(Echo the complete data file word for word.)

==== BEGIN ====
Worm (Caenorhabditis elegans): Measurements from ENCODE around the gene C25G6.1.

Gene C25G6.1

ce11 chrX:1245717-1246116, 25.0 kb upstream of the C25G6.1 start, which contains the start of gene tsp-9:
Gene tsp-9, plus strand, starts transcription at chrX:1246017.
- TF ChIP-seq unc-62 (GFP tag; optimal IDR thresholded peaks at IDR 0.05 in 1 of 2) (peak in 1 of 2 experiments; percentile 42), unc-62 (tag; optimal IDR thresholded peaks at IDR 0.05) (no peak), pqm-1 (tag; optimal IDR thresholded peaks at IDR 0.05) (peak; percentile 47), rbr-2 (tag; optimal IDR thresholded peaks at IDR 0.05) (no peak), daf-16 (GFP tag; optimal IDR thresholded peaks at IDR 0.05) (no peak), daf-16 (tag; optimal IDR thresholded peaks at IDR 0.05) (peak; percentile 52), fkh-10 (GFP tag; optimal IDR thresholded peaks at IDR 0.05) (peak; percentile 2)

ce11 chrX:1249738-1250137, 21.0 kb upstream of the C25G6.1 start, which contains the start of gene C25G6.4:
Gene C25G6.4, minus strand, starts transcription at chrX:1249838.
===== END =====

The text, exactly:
Worm (Caenorhabditis elegans): Measurements from ENCODE around the gene C25G6.1.

Gene C25G6.1

ce11 chrX:1245717-1246116, 25.0 kb upstream of the C25G6.1 start, which contains the start of gene tsp-9:
Gene tsp-9, plus strand, starts transcription at chrX:1246017.
- TF ChIP-seq unc-62 (GFP tag; optimal IDR thresholded peaks at IDR 0.05 in 1 of 2) (peak in 1 of 2 experiments; percentile 42), unc-62 (tag; optimal IDR thresholded peaks at IDR 0.05) (no peak), pqm-1 (tag; optimal IDR thresholded peaks at IDR 0.05) (peak; percentile 47), rbr-2 (tag; optimal IDR thresholded peaks at IDR 0.05) (no peak), daf-16 (GFP tag; optimal IDR thresholded peaks at IDR 0.05) (no peak), daf-16 (tag; optimal IDR thresholded peaks at IDR 0.05) (peak; percentile 52), fkh-10 (GFP tag; optimal IDR thresholded peaks at IDR 0.05) (peak; percentile 2)

ce11 chrX:1249738-1250137, 21.0 kb upstream of the C25G6.1 start, which contains the start of gene C25G6.4:
Gene C25G6.4, minus strand, starts transcription at chrX:1249838.